Jewish comedy star Seth Rogen kicked up controversy Sunday when he said a new blockbuster movie reminded him of a fictional Nazi propaganda film.
“American Sniper kind of reminds me of the movie that’s showing in the third act of Inglorious Basterds,” Rogen tweeted.
“American Sniper” is Clint Eastwood’s new Iraq War drama, which took in a record $105.3 million over the Martin Luther King Jr. four-day weekend.
Inglourious Basterds, directed by Quentin Tarantino, features an assassination attempt on Adolph Hitler while he attends the premiere of a fictitious Nazi propaganda film, Nation’s Pride. The Nazi movie stars a character who boasts about killing hundreds of Allied soldiers from his perch in a clock tower.
American Sniper kind of reminds me of the movie that's showing in the third act of Inglorious Basterds.
— Seth Rogen (@Sethrogen) January 18, 2015
On Monday, Rogen defended his comments, tweeting, “I just said something ‘kinda reminded’ me of something else. I actually liked American Sniper. It just reminded me of the Tarantino scene. I wasn’t comparing the two. Big difference between comparing and reminding. Apples remind me of oranges. Can’t compare them, though.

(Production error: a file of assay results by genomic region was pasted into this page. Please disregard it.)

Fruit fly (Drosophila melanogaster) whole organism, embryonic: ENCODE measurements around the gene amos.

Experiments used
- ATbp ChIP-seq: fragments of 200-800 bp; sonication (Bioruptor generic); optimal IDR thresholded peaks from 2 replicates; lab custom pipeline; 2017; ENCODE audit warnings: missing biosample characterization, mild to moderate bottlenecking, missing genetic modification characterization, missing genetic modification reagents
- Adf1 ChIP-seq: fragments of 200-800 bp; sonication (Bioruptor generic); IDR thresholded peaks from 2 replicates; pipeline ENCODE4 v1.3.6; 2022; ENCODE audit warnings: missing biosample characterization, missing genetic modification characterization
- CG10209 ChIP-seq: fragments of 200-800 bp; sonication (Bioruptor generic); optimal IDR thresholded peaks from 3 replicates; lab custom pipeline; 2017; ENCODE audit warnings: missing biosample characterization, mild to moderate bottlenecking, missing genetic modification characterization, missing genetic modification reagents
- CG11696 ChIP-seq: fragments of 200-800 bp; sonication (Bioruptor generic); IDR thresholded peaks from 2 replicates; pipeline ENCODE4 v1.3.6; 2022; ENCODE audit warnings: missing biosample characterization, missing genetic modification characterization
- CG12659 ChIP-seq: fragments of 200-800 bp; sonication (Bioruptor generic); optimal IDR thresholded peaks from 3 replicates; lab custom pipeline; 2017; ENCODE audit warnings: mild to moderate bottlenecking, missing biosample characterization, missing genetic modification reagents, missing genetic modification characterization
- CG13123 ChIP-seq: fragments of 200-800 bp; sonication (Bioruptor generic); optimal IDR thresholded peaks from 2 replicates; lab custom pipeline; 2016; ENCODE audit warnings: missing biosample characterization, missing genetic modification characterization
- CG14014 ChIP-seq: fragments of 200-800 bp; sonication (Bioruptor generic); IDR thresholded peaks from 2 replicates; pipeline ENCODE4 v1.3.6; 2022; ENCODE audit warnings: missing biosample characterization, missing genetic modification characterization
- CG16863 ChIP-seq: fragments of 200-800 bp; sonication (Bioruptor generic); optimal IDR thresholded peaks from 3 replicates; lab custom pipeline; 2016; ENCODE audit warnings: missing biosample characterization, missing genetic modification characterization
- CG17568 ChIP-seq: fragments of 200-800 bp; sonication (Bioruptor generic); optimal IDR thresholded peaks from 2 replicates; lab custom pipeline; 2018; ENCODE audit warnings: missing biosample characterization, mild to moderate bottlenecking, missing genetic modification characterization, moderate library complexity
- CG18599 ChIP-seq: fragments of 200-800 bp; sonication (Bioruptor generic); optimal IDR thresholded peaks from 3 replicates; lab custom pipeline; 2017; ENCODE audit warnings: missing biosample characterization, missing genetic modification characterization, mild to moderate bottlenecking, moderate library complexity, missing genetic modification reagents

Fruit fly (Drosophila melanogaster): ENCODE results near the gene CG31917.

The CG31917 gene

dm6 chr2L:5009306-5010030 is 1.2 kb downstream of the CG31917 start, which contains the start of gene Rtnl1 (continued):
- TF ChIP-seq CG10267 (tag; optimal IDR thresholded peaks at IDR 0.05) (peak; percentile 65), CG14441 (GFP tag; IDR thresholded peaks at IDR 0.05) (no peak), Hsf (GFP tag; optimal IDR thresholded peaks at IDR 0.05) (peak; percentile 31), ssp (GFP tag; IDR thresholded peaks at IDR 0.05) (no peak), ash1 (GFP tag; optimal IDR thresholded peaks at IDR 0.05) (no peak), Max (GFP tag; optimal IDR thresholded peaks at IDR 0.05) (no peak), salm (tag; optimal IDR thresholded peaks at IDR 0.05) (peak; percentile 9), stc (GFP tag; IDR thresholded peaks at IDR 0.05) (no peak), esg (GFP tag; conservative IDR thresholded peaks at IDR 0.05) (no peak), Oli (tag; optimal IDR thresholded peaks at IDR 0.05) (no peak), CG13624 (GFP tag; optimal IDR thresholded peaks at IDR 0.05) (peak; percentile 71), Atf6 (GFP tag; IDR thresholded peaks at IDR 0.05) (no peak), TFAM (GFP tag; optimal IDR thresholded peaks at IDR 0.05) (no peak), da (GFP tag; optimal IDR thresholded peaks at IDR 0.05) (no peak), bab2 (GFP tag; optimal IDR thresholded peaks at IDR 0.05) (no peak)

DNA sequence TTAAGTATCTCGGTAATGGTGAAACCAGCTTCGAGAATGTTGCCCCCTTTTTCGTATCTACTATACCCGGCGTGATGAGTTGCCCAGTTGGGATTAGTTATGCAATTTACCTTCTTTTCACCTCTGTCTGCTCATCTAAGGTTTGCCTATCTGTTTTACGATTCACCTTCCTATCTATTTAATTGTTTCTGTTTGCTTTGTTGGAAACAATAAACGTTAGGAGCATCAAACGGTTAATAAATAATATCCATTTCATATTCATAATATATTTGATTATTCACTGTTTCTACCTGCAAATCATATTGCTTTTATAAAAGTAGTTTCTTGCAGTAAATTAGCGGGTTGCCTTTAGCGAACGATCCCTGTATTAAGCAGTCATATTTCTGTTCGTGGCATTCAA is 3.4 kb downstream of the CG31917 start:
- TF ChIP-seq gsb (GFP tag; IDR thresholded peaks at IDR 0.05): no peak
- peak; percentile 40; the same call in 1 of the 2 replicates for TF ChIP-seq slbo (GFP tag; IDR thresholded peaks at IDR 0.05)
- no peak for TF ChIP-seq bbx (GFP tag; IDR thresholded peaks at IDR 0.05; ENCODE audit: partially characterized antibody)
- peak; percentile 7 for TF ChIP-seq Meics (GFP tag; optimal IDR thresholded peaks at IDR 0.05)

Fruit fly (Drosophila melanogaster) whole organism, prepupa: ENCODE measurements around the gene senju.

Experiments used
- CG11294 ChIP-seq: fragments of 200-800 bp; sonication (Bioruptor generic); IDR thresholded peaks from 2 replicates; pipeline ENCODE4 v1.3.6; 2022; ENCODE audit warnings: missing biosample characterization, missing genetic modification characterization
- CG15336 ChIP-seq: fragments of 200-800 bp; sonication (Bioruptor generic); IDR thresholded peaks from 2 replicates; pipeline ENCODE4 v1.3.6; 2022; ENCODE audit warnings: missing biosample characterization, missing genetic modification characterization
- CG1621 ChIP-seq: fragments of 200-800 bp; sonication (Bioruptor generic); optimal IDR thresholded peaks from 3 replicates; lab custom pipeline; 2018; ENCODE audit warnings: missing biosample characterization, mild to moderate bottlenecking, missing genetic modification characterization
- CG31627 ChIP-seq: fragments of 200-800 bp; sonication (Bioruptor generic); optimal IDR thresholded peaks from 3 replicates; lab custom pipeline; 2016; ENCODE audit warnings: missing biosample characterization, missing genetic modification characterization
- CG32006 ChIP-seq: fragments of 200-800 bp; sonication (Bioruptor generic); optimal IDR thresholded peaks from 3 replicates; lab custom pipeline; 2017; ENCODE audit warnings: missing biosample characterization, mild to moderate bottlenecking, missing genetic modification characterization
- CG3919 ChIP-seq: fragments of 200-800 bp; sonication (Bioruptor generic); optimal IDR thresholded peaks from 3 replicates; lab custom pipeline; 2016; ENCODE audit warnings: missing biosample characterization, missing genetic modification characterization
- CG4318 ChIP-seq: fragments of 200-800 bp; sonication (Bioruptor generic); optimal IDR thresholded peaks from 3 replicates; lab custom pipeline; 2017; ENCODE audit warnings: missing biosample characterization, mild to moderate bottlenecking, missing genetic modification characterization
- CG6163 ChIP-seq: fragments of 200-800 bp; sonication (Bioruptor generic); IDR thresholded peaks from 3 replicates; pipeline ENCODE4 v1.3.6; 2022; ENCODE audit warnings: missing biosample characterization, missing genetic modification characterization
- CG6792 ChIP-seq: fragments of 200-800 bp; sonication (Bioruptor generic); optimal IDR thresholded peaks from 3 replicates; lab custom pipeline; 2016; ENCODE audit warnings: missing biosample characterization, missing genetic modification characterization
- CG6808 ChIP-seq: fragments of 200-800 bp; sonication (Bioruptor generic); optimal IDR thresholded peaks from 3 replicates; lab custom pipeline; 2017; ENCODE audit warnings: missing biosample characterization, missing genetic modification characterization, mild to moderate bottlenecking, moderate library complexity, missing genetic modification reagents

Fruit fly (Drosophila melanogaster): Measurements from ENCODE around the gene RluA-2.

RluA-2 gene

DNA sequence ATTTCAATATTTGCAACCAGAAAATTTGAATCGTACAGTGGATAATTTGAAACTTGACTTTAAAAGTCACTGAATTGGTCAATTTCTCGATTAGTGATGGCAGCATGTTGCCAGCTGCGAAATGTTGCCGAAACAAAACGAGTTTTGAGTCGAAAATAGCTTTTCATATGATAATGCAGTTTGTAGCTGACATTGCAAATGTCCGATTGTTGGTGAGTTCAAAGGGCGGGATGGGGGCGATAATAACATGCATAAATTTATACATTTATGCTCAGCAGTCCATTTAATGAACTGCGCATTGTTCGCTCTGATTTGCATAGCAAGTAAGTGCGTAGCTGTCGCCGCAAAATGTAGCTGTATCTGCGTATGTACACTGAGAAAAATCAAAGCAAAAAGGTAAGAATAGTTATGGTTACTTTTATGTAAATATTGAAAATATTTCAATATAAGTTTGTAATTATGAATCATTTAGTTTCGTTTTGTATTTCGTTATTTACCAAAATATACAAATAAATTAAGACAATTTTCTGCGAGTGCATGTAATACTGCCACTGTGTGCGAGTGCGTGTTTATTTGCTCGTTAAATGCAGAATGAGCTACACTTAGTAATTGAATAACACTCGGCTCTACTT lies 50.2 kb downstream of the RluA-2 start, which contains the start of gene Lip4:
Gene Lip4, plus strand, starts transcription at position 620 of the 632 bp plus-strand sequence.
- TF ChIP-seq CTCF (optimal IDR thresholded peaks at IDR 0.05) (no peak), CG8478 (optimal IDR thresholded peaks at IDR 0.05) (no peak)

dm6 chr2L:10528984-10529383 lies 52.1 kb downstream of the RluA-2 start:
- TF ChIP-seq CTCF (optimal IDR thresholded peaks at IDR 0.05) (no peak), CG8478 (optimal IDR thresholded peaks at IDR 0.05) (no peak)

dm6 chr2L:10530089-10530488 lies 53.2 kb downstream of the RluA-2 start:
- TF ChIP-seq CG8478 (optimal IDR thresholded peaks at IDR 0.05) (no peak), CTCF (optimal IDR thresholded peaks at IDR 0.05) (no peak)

“But if you were having a slow news day, you’re welcome for me giving you the opportunity to blow something completely out of proportion.”
Rogen was in the news recently when the release of his comedy “The Interview” was delayed after hackers threatened terrorist attacks if the movie, which shows the assassination of North Korean leader Kim Jong Un, was shown in American theaters.
American Sniper’s unprecedented success obliterated forecasts and set numerous box-office records. It easily surpassed “Avatar” to become the biggest January weekend ever.
The movie was nominated for six Academy Awards. This was actually the third week of release for “American Sniper,” which played in just a handful of theaters for two weeks. That slow release pattern helped stoke demand for the film, in which Bradley Cooper stars as Navy SEAL marksman Chris Kyle.
Going into the weekend, optimistic predictions for “American Sniper” were closer to $50 million, which still would have been an enormous success, particularly considering how little appetite audiences have had for movies about the wars in Iraq and Afghanistan.
“This was maybe the most underestimated film of all time, considering that it did about twice what estimates predicted,” said Paul Dergarabedian, senior media analyst for box-office firm Rentrak. “This just doesn’t happen.”
AP contributed to this report.